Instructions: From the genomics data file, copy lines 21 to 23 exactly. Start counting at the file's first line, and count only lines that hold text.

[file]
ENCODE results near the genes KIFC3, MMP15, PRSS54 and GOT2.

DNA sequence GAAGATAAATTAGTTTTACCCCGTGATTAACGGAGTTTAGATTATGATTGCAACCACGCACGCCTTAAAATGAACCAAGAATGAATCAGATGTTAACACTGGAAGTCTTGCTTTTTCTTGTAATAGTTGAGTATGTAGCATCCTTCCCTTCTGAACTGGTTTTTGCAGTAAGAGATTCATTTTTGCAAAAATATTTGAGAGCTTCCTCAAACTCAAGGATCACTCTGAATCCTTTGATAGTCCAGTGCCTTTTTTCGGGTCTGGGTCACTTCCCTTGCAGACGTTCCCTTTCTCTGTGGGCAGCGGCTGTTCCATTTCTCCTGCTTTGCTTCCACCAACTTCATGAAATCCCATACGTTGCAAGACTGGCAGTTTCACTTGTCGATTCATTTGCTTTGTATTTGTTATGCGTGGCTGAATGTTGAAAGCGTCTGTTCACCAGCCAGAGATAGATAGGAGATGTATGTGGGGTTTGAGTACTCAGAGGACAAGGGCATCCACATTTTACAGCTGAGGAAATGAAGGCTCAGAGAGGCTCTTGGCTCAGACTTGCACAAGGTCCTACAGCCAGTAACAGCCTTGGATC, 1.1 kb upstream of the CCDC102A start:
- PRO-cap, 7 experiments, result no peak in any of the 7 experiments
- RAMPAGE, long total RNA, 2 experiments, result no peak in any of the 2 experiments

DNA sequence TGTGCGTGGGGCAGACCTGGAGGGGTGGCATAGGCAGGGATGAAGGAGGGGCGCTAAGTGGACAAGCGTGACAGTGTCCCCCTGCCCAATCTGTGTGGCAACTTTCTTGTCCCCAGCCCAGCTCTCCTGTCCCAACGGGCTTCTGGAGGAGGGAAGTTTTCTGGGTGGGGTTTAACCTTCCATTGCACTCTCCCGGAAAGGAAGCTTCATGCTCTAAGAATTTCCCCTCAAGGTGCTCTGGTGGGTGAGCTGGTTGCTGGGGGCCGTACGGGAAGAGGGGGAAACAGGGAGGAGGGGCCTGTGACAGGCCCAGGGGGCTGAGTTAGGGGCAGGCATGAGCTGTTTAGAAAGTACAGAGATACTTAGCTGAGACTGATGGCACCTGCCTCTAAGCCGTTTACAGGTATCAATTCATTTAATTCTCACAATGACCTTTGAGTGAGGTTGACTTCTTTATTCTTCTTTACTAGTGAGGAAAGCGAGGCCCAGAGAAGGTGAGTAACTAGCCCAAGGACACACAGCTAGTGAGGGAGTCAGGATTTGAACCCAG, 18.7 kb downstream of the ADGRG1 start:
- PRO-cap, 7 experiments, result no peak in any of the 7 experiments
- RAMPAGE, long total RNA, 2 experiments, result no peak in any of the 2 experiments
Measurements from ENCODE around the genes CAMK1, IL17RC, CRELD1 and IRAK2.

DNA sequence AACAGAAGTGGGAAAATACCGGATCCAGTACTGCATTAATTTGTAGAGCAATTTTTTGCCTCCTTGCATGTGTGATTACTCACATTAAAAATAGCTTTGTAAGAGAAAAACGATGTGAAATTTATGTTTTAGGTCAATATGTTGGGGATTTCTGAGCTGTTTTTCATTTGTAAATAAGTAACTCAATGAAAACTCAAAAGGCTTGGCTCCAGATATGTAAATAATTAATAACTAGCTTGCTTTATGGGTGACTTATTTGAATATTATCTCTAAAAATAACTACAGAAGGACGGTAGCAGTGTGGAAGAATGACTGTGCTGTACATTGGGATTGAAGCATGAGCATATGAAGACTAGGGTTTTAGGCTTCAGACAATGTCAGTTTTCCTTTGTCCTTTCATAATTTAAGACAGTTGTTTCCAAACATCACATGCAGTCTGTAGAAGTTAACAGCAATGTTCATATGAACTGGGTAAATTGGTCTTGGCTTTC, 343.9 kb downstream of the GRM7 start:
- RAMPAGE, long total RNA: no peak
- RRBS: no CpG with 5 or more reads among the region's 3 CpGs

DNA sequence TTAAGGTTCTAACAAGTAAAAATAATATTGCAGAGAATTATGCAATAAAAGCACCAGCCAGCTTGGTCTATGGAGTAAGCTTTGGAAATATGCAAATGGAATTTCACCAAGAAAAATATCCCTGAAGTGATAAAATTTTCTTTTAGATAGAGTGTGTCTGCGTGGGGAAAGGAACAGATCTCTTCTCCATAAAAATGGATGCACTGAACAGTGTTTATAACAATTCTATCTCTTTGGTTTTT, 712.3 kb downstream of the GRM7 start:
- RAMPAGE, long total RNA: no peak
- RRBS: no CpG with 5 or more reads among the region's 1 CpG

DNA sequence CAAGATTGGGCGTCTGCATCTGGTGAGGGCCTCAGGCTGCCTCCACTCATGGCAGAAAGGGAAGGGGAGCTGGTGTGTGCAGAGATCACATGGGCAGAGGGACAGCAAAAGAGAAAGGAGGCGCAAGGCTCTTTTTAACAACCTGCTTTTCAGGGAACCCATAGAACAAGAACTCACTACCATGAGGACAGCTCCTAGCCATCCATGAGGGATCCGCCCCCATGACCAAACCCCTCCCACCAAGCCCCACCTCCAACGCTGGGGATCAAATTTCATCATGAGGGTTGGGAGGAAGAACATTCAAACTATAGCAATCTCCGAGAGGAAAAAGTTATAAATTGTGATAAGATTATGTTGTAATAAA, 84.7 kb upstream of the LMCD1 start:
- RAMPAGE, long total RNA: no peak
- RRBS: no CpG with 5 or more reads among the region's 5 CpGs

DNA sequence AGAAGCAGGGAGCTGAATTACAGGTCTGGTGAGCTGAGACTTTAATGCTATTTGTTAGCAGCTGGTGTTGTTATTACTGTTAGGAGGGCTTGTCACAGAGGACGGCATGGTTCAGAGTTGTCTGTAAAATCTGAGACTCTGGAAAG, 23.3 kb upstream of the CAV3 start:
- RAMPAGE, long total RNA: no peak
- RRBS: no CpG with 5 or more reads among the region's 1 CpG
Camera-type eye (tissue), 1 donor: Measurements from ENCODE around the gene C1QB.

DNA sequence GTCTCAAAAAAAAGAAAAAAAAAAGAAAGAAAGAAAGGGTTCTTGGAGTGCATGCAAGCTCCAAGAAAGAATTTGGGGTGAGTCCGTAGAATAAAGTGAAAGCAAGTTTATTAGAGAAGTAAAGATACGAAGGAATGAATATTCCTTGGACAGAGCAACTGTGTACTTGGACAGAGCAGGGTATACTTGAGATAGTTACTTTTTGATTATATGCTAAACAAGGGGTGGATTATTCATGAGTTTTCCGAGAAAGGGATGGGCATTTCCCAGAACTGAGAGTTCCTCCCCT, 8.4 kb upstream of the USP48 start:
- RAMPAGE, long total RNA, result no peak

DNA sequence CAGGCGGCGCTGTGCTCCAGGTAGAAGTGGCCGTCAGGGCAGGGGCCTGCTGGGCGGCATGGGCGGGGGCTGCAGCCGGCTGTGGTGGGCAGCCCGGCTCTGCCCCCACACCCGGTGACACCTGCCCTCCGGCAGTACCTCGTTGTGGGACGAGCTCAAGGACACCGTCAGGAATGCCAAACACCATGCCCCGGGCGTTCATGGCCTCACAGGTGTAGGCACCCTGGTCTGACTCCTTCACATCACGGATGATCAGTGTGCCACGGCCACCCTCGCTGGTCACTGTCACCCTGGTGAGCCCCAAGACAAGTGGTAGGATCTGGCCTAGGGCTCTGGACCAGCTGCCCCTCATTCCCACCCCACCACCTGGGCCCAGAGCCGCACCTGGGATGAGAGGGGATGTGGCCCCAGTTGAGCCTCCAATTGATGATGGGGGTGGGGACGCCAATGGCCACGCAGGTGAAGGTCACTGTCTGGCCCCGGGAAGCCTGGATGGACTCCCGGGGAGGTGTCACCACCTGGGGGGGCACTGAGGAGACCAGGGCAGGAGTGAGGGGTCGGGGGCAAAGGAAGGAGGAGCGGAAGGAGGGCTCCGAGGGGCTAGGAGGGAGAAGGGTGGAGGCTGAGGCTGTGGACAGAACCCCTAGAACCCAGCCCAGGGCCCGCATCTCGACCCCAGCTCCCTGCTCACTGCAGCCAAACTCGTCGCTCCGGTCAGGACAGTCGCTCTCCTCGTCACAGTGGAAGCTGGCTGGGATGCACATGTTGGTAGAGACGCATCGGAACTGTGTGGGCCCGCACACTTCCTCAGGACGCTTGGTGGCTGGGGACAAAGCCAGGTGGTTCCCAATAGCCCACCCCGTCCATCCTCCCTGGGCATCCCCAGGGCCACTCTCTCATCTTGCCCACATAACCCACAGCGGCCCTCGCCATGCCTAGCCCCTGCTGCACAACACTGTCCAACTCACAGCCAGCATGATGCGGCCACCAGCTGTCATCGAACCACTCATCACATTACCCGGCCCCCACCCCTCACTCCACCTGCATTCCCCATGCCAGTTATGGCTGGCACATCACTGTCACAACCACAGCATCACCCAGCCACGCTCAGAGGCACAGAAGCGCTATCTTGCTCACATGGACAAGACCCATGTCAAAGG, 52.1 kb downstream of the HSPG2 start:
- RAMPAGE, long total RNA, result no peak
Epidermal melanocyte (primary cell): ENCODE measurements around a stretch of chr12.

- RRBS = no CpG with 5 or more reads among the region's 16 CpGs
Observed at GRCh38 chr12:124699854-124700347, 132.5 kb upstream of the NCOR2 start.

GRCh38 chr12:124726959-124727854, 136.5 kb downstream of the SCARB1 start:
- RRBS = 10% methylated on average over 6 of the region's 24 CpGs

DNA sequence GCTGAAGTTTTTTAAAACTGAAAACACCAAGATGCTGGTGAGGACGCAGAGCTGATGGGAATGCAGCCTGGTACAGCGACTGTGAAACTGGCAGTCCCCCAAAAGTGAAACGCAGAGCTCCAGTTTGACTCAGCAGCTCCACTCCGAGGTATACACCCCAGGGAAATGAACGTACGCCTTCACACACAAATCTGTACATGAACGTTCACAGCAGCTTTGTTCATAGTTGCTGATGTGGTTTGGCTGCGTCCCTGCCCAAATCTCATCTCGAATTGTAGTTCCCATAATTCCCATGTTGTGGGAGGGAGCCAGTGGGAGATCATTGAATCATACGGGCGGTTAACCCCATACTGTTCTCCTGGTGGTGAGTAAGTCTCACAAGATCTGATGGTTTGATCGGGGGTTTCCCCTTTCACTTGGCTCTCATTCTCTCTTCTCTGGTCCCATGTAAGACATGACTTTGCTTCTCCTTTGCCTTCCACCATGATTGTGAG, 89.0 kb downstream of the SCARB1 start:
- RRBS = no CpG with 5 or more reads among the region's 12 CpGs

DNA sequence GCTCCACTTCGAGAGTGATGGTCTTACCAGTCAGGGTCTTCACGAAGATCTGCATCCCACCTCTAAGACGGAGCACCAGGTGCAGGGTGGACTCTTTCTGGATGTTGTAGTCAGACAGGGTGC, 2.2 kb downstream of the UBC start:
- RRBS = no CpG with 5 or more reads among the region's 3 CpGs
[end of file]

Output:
Camera-type eye (tissue), 1 donor: Measurements from ENCODE around the gene C1QB.

DNA sequence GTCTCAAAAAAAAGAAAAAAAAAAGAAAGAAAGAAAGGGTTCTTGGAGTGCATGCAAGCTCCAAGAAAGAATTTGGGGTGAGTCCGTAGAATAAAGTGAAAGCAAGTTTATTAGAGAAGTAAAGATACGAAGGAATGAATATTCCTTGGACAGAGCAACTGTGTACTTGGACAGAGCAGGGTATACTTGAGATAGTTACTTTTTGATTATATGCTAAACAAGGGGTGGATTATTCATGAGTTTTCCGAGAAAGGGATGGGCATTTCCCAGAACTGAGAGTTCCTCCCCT, 8.4 kb upstream of the USP48 start:
- RAMPAGE, long total RNA, result no peak